Feature: Vancouver Chinese celebrate new year with fun run to show support for Winter Olympics

12:02, January 02, 2010      

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Vancouver's Chinese community marked the start of 2010 with a two-kilometer fun run on Friday to show its support for the Canadian city's upcoming hosting of the Winter Olympics Games and Paralympics.

Despite cold weather and a heavy rain lashing the proceedings at Queen Elizabeth Park, the event organized by the Canada Alliance of Chinese Associations (CACA) managed to attract a healthy turnout of about 300 runners, and equally the same amount of spectators.

With dignitaries and politicians from the federal, provincial and civic levels, as well as Chinese Consulate-General Liang Shugan, in attendance, Jerry Li Zhi Gang, CACA co-chairman and executive director, said with so many Chinese-Canadians living in Vancouver, it was important for them to show their enthusiasm for the Winter Games starting February 12.

CACA, a non-governmental organization, represents 55 Chinese community associations in the Vancouver area.

"The success of the Beijing Games showed the world the great progress that has been made there in recent years and also the opportunities that can be achieved through working together," said Li, a native of Zhengzhou City, Hunan province.

"Through the Winter Olympics we are wishing for Vancouver good things to happen for the economy. This great event can act as a stimulus for the economy and promote the spirits of the Olympics."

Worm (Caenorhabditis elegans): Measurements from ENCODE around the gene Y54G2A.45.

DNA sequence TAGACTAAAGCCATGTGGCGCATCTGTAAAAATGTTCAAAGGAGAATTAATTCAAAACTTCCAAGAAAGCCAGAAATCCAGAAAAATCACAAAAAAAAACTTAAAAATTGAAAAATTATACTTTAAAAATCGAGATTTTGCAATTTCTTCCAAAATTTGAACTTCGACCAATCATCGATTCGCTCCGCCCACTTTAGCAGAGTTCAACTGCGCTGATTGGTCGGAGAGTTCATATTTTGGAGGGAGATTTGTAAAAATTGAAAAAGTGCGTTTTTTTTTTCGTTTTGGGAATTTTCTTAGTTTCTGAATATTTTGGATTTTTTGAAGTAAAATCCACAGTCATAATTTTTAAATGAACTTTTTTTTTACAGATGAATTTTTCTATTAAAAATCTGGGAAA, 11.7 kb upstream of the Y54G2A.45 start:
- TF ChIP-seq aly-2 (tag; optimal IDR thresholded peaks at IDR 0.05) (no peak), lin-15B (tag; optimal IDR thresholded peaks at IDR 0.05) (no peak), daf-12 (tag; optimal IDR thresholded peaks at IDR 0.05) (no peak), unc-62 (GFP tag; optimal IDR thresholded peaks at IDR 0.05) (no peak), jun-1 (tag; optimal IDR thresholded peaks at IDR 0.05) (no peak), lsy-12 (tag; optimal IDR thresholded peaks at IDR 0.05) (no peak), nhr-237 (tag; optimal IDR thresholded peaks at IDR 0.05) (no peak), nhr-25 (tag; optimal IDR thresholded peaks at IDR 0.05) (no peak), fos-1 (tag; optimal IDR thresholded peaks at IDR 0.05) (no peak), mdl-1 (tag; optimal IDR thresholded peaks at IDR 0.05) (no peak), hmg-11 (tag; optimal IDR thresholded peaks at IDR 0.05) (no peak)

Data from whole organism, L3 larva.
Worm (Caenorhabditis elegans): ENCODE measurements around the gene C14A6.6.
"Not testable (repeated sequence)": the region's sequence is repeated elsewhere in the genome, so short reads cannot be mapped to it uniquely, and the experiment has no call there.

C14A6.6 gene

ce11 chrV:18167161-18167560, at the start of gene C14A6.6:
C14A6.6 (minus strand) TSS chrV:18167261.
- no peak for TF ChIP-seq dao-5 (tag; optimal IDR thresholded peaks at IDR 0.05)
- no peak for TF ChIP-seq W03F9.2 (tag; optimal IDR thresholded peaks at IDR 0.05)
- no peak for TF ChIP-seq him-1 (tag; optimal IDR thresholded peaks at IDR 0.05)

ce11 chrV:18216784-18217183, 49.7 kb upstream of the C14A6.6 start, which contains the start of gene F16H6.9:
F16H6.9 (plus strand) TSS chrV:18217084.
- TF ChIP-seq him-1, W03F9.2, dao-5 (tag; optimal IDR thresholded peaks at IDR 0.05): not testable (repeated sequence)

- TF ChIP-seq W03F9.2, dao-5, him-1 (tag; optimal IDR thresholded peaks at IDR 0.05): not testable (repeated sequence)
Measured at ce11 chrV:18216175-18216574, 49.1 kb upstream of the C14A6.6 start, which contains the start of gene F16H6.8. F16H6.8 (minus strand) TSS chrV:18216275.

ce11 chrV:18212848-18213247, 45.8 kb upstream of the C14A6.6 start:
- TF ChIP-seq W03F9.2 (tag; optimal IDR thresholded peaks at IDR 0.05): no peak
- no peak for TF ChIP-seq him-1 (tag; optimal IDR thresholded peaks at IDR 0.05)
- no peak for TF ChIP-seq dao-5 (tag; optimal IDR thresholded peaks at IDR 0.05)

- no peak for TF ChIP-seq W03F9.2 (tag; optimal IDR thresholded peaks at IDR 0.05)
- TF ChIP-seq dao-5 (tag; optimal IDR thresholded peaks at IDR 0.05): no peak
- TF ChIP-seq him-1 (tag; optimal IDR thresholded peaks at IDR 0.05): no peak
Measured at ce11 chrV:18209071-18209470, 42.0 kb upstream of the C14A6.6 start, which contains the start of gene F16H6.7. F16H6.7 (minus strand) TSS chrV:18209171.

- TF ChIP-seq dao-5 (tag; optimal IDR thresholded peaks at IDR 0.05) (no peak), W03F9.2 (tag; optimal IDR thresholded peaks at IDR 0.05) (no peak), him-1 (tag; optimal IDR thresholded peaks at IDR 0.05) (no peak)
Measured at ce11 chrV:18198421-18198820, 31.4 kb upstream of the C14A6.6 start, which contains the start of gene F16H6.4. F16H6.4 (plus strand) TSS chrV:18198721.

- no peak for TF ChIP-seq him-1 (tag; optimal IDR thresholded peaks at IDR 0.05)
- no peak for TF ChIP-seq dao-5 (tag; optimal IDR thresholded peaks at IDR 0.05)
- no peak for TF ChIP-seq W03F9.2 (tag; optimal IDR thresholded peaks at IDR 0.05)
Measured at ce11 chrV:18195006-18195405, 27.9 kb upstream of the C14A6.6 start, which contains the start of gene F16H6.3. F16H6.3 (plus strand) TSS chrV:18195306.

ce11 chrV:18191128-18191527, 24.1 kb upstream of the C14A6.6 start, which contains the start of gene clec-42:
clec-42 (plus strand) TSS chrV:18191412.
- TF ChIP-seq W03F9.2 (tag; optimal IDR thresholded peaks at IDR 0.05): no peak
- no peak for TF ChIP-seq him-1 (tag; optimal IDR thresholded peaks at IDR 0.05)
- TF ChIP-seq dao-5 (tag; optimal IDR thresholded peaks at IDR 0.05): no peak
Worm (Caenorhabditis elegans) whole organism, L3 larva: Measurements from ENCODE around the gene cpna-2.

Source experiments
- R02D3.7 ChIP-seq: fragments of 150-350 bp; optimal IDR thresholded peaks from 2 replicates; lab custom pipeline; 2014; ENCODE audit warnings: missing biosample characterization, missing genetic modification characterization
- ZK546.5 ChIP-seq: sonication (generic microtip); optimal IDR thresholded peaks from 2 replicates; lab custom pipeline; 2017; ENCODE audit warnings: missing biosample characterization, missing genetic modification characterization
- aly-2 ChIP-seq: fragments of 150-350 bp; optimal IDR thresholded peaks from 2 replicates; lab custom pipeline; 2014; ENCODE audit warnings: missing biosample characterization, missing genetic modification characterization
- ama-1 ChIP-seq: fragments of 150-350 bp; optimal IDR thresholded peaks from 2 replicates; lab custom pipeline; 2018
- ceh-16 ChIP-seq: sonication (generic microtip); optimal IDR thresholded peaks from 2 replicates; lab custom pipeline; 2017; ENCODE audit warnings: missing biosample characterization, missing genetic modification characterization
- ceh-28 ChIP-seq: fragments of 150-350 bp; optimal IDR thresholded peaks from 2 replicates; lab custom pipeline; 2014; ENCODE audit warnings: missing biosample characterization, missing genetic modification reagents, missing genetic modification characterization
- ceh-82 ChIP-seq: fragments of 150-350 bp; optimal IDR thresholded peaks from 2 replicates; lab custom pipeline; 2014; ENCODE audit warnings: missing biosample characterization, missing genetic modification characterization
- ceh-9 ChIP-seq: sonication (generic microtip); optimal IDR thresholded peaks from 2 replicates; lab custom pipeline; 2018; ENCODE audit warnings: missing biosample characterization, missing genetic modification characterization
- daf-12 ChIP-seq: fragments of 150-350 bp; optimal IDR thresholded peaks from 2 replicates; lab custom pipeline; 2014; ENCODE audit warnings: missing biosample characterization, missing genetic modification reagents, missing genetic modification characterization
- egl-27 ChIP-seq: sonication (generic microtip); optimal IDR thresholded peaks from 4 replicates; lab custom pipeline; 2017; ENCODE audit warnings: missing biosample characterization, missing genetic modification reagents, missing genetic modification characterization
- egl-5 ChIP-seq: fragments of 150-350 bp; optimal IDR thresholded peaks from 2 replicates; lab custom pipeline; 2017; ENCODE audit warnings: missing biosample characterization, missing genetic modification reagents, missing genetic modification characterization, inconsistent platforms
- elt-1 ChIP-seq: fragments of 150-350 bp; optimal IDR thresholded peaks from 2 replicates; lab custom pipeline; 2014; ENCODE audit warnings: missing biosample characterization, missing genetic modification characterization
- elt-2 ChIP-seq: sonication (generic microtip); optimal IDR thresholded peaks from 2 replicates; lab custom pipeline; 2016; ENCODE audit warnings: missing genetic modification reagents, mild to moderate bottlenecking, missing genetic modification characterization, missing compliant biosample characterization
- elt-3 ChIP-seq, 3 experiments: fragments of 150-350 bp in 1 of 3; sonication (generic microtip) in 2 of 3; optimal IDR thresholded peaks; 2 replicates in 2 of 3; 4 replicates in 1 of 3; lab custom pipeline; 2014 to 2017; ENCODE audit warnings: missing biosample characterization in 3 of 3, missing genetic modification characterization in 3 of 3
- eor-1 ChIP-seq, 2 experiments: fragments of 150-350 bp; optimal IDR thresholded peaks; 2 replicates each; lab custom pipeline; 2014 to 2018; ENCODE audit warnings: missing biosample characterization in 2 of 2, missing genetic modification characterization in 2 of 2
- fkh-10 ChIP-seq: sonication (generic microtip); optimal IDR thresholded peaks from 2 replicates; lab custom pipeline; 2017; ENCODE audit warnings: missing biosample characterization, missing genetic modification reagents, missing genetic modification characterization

Richard Lee, the provincial parliamentary representative for the riding of Burnaby North, said he was happy to see the large turnout, despite the rain and a temperature hovering around seven degrees Celsius.

"A lot of these people here make a connection between Beijing and Vancouver," said the native of Zhongshan, Guangdong province, who also acts as British Columbia's Parliamentary Secretary for the Asia Pacific Initiative. "Like Beijing before it the world is coming to Vancouver. I believe over three billion people around the world will be looking in on their television to see Vancouver and the Olympics."

Vancouver City Councilor Dr Kerry Jang, a third-generation Canadian-Chinese who specializes in mental illness, was equally enthusiastic about the pending arrival of the 21st Winter Olympiad.

"There's only 42 days to go before the Olympics," he told the crowd. "We know that the Olympics in China were memorable, fantastic and great. With your help and enthusiasm Vancouver's Olympics will be just as good."

Jacky Weng, a Ningbo native who has lived in Vancouver for five years, said prior to his run he felt fortunate to be living in a Winter Games host city as he would experience two Olympics in quick succession.

"It's new year's day and the Winter Olympics are coming. I'm running around the park because I want to show my support for this great event," said the 18-year-old. "The Olympics happens around the world and all the nations and the people pay attention to this event."

Weng said he was interested to see what benefits hosting an Olympics would bring for Vancouver after the Beijing Games were such a huge success.

"That meant a lot to us (Chinese). It demonstrated to the world that China was a nation on the rise, one that is developing to an international standard. I know the people of Canada will enjoy hosting their own Olympics as much as China did.

"I feel lucky that I can experience two Olympics so quickly in two nations so close to my heart. I will be cheering for both the Chinese and Canadian athletes. China is fairly new to the Winter Olympics but they are getting better with each Games."

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